The New Snowden Movie is the Best PR He'll Ever Get

AP Images
AP Images

Ben Wizner, lawyer for NSA whistleblower Edward Snowden, was pleased when he saw the upcoming movie about his client eight months ago. “This is a dramatization,” Wizner told Gizmodo. “Having said that, it tells a true story.”

The upcoming movie Snowden will paint the man President Obama once called some “29-year-old hacker,” as a hero who exposed the great injustices and overreach of the global surveillance state. This will, as Wizner hopes, have a huge effect on how the public sees Snowden.

Right now, Snowden is in an odd state of legal purgatory. He’s been granted asylum by Russia until 2017, but has said that he wants to return to the United States. But Snowden and his legal team dispute the charges brought under a World War I era espionage act, which they say wouldn’t give him a fair trial.


Movies like Snowden (think Zero Dark Thirty and 13 Hours, or even The Social Network) play a significant role in shaping the public perception of how events happened, true or not. The Social Network helped lionize the story of Mark Zuckerberg as a methodical genius, and Zero Dark Thirty helped propagate the lie that torture was helpful in finding out where Bin Laden was holed up.

The public perception of Snowden has been shaped by people like Donald Trump who called Snowden a “traitor,” and said that he should be executed. Or by Bernie Sanders, who said that Snowden should pay a penalty for breaking the law, but still “played a very important role in educating the American people to the degree in which our civil liberties and constitutional rights are being undermined.” All told, Snowden has struggled to persuade the average American that he was actually acting in their best interest.

Oscar winning documentary CITIZENFOUR was a truly incredible movie, and showed the minute-by-minute of Snowden holed up in a Hong Kong hotel room with journalists, but it didn’t have the widespread theatrical release that the upcoming Snowden movie will have. For the first time, a huge amount of people will see Snowden’s decision to leak though his eyes. A movie that shows an intellectually gifted American patriot concerned about government surveillance and civil liberties may help to dissuade the people who think Snowden might have been some sleeper cell secret agent.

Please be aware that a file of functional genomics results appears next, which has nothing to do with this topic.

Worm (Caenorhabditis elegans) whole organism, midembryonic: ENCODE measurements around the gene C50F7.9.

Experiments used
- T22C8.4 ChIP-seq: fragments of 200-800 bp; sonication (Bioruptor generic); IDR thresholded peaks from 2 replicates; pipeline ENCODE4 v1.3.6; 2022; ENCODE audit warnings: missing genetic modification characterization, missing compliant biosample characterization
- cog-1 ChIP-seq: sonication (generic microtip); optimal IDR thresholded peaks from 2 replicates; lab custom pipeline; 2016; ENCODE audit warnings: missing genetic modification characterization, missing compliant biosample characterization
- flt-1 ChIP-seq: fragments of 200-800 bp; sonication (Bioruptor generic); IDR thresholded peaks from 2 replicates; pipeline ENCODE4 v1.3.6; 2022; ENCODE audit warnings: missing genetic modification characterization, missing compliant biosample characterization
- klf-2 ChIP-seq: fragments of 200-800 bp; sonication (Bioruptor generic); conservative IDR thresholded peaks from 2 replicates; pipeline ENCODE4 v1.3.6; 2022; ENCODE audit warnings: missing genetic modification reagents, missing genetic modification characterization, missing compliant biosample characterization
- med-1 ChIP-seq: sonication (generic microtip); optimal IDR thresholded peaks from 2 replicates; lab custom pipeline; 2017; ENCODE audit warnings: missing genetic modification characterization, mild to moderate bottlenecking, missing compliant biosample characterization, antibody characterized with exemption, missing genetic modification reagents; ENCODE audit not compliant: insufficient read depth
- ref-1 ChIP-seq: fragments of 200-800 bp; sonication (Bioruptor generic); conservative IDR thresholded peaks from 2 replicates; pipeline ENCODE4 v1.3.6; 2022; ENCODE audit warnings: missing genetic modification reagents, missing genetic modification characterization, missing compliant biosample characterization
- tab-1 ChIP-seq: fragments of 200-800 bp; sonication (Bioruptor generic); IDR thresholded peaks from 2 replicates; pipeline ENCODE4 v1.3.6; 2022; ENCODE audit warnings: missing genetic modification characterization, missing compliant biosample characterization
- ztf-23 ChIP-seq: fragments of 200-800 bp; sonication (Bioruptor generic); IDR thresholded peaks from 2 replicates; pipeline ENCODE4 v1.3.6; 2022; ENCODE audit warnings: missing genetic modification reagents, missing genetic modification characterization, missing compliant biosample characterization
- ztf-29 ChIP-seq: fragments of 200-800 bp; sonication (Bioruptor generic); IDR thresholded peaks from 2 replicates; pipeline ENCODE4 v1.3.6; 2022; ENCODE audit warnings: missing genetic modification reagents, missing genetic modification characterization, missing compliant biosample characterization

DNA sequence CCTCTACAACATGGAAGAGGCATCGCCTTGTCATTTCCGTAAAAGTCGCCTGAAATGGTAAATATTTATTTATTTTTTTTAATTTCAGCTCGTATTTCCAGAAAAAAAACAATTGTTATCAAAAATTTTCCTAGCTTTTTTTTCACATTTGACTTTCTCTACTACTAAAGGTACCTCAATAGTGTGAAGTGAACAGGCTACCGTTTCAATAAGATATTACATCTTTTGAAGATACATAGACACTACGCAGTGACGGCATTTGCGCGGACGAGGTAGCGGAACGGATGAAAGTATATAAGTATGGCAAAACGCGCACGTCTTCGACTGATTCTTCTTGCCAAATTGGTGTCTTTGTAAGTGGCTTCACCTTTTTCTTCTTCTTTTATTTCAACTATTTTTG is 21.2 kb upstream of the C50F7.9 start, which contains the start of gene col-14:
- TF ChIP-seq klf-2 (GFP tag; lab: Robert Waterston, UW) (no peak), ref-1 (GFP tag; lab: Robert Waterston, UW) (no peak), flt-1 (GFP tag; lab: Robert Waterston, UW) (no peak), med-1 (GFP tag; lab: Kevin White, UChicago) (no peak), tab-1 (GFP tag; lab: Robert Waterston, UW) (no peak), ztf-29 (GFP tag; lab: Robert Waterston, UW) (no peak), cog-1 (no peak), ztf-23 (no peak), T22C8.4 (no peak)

It may also help clear up common misconceptions about Snowden that work to sow distrust about his actions and motivations. He didn’t intentionally flee to Russia, as many of his critics have very publicly and loudly alleged. In reality, his passport was revoked while he was there during a layover. Setting the record straight on what actually happened to Snowden in the midst of the NSA leaks might help convince people that he was a legitimate whistleblower after all.


If that doesn’t work, seeing how easy it is for a low-level NSA analyst to enter some text into a computer program like XKEYSCORE and pull up huge amounts of personal data might show them that it was probably a good idea for Snowden to leak said documents. Here’s clip from the movie showing just that:

The true impact, of course, will play out over the next year, as people see and react to the movie. “My sense is that people who have been following this very closely are not likely to be materially swayed by the Hollywood movie,” Wizner said.


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I think it might behoove certain sectors of the internet and certain progressives to consider whether the rest of the country might actually be right about Snowden. At the end of the day he did break the law, and fled rather than face the consequences of that decision. This isn’t civil disobedience. Civil disobedience necessarily requires a recognition of lawful authority. It then highlights the absurdity of the exercise of that authority by intentionally submitting to it. By fleeing, Snowden implicitly denies that the United States government should or does have the lawful authority to punish him for his crimes. His exile and asylum thus function as an indictment of not just the system he exposed but the entire rule of law, whether he intends to or not. I think the American public can rightly condemn someone whose actions seek to or in fact do undermine the bedrock principle of democracy.

I think Bernie Sanders’s sentiment is the correct one. Snowden revealed information the American public deserved to know, but he did so by acting illegally and therefore needs to submit himself to the exercise of prosecutorial authority.

This also ignores the complicated issues regarding the actual illegality of the system he exposed. There’s a very good argument that bulk data collection is allowed under the Constitution so long as law enforcement officials only collect/access the metadata and not the actual contents of messages/underlying data until they receive a warrant. Snowden revealed that this collection could be terrifying in its scope and possibilities, and that it was subject to abuse internally, but not necessarily that it was illegal in and of itself.